Whether bathing your child in the bathtub or splashing with your toddler in the pool, water can be a lot of fun for kids. Water can also be dangerous, so it’s important to take special care and precautions to keep your child safe in and around water at all times.
Here are some home water-safety tips for kids:
- The easiest way to avoid bathroom water injuries is to make lavatories inaccessible to small children unless accompanied by an adult. You can do this by adding a lock to the outside of the door, out of your child’s reach.
- It’s possible for children to drown in only a few inches of water. Make an effort to keep the toilet lid closed and possibly to use toilet seat locks to prevent your child from playing in the toilet.
- During bath time, never leave your child unattended. After the bath is over, be sure to immediately drain the tub.
Hot Tub and Spa Safety
- The drowning of children under the age of five accounted for about one-fifth of the deaths that occurred in spas and hot tubs since 1990, according to the Consumer Product Safety Commission (CPSC). When a hot tub or spa is not in use, be sure that it is covered with a locked safety cover to prevent children from using it without supervision.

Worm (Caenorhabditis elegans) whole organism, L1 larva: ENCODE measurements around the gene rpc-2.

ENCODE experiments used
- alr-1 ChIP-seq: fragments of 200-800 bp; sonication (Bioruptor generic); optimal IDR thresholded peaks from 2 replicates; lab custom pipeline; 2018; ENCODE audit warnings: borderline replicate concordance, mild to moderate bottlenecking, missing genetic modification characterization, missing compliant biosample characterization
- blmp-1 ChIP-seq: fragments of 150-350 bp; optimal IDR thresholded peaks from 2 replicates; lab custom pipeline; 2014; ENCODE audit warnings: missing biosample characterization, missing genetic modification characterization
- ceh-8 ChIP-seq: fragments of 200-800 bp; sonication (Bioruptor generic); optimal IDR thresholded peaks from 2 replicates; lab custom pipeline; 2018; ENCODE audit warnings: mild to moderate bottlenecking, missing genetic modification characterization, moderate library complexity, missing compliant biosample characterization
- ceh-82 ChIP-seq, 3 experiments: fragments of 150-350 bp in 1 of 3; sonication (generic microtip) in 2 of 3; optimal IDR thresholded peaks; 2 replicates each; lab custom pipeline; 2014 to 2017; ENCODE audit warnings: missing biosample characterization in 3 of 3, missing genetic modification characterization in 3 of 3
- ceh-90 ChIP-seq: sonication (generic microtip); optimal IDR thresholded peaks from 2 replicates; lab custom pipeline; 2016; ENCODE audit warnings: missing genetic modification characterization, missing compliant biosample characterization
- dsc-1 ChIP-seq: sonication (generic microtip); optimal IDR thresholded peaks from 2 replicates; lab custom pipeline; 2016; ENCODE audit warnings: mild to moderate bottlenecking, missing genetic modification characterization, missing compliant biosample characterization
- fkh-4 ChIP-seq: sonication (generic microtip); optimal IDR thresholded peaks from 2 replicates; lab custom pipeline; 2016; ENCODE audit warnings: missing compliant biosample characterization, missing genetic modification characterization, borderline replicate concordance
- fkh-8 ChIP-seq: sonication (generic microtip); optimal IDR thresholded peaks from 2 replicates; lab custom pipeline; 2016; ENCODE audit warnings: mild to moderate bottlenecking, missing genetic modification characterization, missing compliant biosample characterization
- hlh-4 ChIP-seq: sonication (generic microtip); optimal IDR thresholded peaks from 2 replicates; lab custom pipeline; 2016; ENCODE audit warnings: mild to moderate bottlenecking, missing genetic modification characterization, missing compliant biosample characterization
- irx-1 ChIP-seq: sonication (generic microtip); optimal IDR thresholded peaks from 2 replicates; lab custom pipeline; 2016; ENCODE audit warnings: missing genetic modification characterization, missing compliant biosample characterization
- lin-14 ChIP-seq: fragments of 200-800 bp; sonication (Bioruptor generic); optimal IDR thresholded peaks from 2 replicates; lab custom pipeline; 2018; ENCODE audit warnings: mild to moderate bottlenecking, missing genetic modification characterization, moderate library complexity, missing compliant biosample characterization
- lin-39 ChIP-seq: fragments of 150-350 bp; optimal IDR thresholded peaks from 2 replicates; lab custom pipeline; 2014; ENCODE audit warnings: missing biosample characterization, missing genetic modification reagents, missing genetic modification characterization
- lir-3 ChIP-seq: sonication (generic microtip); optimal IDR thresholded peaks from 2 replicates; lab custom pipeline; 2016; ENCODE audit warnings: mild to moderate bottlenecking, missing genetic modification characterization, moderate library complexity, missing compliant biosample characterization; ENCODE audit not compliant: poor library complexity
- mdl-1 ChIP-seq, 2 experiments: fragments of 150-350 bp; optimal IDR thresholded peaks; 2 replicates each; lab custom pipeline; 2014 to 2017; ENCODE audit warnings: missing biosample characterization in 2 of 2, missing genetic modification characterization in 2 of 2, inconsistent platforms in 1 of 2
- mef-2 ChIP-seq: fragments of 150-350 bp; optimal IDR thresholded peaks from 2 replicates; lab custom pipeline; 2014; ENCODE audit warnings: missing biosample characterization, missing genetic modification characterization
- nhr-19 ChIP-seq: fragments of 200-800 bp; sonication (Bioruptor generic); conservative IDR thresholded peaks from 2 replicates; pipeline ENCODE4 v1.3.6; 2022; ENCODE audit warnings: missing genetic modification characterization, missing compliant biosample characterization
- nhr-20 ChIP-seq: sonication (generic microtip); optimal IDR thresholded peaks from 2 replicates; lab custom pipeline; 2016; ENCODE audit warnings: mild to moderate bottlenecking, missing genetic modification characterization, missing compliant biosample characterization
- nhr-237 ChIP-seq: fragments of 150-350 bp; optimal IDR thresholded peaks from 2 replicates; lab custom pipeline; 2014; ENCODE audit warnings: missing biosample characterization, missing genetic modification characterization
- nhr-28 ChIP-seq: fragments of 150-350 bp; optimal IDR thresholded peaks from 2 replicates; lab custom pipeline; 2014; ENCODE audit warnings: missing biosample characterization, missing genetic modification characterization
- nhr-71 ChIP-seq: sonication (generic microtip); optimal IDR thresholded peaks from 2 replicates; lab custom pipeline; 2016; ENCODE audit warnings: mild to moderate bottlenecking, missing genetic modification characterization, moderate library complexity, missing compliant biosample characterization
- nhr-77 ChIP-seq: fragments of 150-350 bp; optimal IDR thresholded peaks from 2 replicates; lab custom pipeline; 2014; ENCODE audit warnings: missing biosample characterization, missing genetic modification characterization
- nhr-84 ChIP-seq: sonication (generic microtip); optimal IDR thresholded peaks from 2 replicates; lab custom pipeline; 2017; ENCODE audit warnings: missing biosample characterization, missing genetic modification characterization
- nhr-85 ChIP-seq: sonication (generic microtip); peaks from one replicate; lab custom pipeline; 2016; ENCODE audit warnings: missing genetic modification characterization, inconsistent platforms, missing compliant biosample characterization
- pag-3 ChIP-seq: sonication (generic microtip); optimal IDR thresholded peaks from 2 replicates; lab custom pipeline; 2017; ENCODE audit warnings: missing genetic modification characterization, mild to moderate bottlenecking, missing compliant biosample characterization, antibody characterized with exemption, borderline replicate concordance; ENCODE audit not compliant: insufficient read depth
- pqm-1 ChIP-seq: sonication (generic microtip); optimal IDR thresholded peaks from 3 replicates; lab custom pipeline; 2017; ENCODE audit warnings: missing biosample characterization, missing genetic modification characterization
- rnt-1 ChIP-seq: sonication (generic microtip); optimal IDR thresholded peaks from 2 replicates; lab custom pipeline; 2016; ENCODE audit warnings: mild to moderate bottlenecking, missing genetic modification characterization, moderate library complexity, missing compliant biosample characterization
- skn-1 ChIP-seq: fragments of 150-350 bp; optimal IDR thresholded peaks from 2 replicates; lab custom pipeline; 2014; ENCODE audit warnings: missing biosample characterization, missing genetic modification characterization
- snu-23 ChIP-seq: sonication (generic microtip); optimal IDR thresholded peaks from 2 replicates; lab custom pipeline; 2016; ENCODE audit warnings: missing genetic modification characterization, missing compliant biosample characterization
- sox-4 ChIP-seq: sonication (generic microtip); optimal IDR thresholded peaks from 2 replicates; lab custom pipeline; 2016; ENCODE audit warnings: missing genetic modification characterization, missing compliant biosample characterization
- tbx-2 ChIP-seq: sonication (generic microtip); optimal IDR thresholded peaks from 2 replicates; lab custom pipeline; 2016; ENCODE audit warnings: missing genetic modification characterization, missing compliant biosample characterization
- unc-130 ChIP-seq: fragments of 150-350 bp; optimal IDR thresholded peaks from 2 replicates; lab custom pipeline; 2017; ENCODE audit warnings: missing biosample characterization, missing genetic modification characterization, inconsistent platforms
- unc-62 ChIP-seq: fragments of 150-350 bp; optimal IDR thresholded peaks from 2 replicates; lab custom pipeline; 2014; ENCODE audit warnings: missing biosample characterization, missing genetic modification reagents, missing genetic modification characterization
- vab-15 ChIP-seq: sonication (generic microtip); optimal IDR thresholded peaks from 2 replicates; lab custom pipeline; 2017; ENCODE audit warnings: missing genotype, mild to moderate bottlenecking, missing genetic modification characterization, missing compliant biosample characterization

- Hot tub temperatures are also of concern. High temperatures can cause drowsiness, which could lead to unconsciousness – not a good combination in a hot tub. Additionally, increased body temperature can lead to heat stroke and possible death. The CPSC recommends that water temperatures never exceed 104°F.
- Pregnant women and young children should consult their doctors before using a hot tub. The Association of Pool & Spa Professionals (APSP) notes that infants and toddlers should not be permitted in a hot tub at all, since the child’s thin skin could make the child more susceptible to overheating.
- Never leave your child unattended around any water, but especially around pools. It doesn’t matter if it’s an in-ground pool, an above-ground pool, or even a plastic or inflatable wading pool. Make sure that your child has 100 percent of your attention when he or she is in or around water.
- If the pool is portable, store it upside down, and out of your child’s reach.
- If the pool is not portable, surround it with a self-latching gate or fence that is at least four feet high, in order to make the area inaccessible to children.
- Your town and/or state may have building codes regulating swimming pools, hot tubs and spas, and stiff fines for non-compliance. In some cases, the code could be retroactive to before you bought the pool. Be sure to know the codes for your area.